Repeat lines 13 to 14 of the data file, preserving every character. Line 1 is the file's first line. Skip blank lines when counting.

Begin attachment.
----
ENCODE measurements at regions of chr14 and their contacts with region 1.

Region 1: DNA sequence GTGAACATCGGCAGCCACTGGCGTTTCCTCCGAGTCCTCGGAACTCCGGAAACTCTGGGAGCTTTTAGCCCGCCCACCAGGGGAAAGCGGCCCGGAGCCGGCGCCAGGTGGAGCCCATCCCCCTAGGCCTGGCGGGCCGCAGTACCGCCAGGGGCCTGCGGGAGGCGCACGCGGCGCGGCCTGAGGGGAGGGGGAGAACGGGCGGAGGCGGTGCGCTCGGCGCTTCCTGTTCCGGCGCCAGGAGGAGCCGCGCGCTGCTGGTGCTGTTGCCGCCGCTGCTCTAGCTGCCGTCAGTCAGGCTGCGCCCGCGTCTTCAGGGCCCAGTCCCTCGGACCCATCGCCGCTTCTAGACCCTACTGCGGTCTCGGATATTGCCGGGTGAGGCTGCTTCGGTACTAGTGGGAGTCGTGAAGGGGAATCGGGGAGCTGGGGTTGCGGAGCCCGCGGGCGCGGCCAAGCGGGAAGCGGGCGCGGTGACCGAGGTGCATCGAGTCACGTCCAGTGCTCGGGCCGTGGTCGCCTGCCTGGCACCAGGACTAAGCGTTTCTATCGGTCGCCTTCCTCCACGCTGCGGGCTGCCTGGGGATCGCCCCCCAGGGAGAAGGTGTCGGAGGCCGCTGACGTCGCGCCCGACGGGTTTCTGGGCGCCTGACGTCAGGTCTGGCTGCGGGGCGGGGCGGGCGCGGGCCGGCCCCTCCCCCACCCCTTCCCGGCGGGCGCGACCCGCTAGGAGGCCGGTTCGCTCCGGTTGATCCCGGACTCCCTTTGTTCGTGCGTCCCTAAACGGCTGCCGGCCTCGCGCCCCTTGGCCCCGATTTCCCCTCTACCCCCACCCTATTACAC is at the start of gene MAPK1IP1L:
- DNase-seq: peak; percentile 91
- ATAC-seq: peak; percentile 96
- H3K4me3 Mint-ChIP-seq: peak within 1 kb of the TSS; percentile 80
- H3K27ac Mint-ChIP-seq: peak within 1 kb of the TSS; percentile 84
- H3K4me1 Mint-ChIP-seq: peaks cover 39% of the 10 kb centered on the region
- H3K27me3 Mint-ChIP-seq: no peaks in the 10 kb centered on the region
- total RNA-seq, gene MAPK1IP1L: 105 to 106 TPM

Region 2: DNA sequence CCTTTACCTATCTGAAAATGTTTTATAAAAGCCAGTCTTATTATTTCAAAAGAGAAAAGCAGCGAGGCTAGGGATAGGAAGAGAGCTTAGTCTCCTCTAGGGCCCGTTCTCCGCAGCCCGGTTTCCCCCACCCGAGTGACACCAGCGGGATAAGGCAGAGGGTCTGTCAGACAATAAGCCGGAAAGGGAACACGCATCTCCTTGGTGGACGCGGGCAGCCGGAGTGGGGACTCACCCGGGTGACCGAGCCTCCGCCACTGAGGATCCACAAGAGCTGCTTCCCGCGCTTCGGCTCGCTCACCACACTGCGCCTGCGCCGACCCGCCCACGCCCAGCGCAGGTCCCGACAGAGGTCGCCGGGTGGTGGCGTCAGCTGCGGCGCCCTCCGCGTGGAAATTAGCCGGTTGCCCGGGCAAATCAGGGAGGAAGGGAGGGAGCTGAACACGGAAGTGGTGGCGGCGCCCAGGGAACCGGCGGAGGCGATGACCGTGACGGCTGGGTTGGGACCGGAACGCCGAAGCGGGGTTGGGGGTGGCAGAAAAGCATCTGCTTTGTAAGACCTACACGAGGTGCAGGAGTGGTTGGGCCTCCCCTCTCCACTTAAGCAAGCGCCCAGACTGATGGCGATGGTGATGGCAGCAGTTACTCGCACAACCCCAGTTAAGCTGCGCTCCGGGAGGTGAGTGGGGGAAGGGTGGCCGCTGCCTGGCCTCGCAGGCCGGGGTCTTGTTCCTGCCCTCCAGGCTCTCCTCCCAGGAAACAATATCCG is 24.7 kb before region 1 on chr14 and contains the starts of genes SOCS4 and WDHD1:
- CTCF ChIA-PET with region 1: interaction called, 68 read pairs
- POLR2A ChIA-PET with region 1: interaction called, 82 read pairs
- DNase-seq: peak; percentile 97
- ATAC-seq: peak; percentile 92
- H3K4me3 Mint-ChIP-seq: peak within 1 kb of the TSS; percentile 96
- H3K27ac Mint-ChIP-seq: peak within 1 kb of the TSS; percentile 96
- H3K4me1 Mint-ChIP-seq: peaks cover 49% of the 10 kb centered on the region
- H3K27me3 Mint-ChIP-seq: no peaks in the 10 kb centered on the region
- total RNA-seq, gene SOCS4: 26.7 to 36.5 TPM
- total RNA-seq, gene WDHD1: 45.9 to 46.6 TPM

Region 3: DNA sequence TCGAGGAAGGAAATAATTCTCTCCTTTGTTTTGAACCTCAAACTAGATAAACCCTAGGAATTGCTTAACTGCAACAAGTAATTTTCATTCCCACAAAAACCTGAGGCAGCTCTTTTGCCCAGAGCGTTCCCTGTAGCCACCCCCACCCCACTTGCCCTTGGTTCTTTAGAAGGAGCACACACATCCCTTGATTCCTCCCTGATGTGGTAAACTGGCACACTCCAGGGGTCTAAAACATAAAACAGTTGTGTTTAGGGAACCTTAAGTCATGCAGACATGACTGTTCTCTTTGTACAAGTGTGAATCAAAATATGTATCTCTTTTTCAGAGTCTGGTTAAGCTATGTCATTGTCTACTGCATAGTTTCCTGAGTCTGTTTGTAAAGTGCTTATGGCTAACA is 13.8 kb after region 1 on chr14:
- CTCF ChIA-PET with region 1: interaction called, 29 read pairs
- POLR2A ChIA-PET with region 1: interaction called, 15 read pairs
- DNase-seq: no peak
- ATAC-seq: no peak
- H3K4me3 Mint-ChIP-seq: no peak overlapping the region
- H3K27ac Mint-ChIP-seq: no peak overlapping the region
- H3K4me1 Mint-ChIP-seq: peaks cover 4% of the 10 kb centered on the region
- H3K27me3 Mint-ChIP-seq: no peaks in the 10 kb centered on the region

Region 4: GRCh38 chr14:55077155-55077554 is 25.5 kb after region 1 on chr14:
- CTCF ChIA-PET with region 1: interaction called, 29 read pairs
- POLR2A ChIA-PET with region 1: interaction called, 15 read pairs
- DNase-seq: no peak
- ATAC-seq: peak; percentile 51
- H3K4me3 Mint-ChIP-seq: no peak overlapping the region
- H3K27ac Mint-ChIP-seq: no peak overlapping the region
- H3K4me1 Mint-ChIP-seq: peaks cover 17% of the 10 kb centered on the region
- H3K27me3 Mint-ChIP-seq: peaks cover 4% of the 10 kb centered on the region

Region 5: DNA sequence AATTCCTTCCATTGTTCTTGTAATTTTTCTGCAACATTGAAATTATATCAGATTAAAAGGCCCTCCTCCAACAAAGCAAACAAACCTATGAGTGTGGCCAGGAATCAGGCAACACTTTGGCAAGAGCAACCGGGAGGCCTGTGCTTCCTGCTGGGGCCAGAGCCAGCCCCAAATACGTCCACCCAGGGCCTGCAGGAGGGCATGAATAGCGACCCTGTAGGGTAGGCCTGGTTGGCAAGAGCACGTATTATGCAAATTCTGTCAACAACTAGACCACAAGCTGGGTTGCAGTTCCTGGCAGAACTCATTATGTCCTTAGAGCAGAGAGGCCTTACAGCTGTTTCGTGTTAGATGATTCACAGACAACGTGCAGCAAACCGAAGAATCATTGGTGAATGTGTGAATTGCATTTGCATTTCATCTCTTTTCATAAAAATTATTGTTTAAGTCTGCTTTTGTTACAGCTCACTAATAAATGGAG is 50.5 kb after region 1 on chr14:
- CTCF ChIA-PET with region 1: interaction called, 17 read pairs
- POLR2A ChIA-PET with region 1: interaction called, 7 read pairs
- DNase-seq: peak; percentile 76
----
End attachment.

- DNase-seq: peak; percentile 97
- ATAC-seq: peak; percentile 92